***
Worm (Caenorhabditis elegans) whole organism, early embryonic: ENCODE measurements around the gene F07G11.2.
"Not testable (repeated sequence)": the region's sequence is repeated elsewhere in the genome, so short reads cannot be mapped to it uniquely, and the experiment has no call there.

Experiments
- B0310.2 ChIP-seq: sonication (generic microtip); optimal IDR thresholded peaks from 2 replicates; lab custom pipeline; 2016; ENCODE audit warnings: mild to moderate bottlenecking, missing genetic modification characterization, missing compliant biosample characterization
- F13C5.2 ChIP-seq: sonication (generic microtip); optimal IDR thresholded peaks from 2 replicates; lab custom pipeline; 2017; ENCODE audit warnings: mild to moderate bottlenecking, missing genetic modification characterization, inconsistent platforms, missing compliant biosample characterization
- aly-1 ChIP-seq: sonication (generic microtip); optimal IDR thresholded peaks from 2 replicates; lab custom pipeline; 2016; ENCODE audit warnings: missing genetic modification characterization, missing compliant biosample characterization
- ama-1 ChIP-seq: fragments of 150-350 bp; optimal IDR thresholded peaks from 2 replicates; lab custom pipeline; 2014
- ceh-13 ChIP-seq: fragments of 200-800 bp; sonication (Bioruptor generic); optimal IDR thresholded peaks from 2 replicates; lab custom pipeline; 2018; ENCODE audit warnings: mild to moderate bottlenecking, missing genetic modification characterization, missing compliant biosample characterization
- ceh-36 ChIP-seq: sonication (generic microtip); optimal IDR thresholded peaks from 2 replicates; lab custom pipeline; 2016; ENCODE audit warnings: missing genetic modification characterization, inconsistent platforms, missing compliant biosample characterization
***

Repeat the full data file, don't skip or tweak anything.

Worm (Caenorhabditis elegans) whole organism, early embryonic: ENCODE measurements around the gene F07G11.2.
"Not testable (repeated sequence)": the region's sequence is repeated elsewhere in the genome, so short reads cannot be mapped to it uniquely, and the experiment has no call there.

Experiments
- B0310.2 ChIP-seq: sonication (generic microtip); optimal IDR thresholded peaks from 2 replicates; lab custom pipeline; 2016; ENCODE audit warnings: mild to moderate bottlenecking, missing genetic modification characterization, missing compliant biosample characterization
- F13C5.2 ChIP-seq: sonication (generic microtip); optimal IDR thresholded peaks from 2 replicates; lab custom pipeline; 2017; ENCODE audit warnings: mild to moderate bottlenecking, missing genetic modification characterization, inconsistent platforms, missing compliant biosample characterization
- aly-1 ChIP-seq: sonication (generic microtip); optimal IDR thresholded peaks from 2 replicates; lab custom pipeline; 2016; ENCODE audit warnings: missing genetic modification characterization, missing compliant biosample characterization
- ama-1 ChIP-seq: fragments of 150-350 bp; optimal IDR thresholded peaks from 2 replicates; lab custom pipeline; 2014
- ceh-13 ChIP-seq: fragments of 200-800 bp; sonication (Bioruptor generic); optimal IDR thresholded peaks from 2 replicates; lab custom pipeline; 2018; ENCODE audit warnings: mild to moderate bottlenecking, missing genetic modification characterization, missing compliant biosample characterization
- ceh-36 ChIP-seq: sonication (generic microtip); optimal IDR thresholded peaks from 2 replicates; lab custom pipeline; 2016; ENCODE audit warnings: missing genetic modification characterization, inconsistent platforms, missing compliant biosample characterization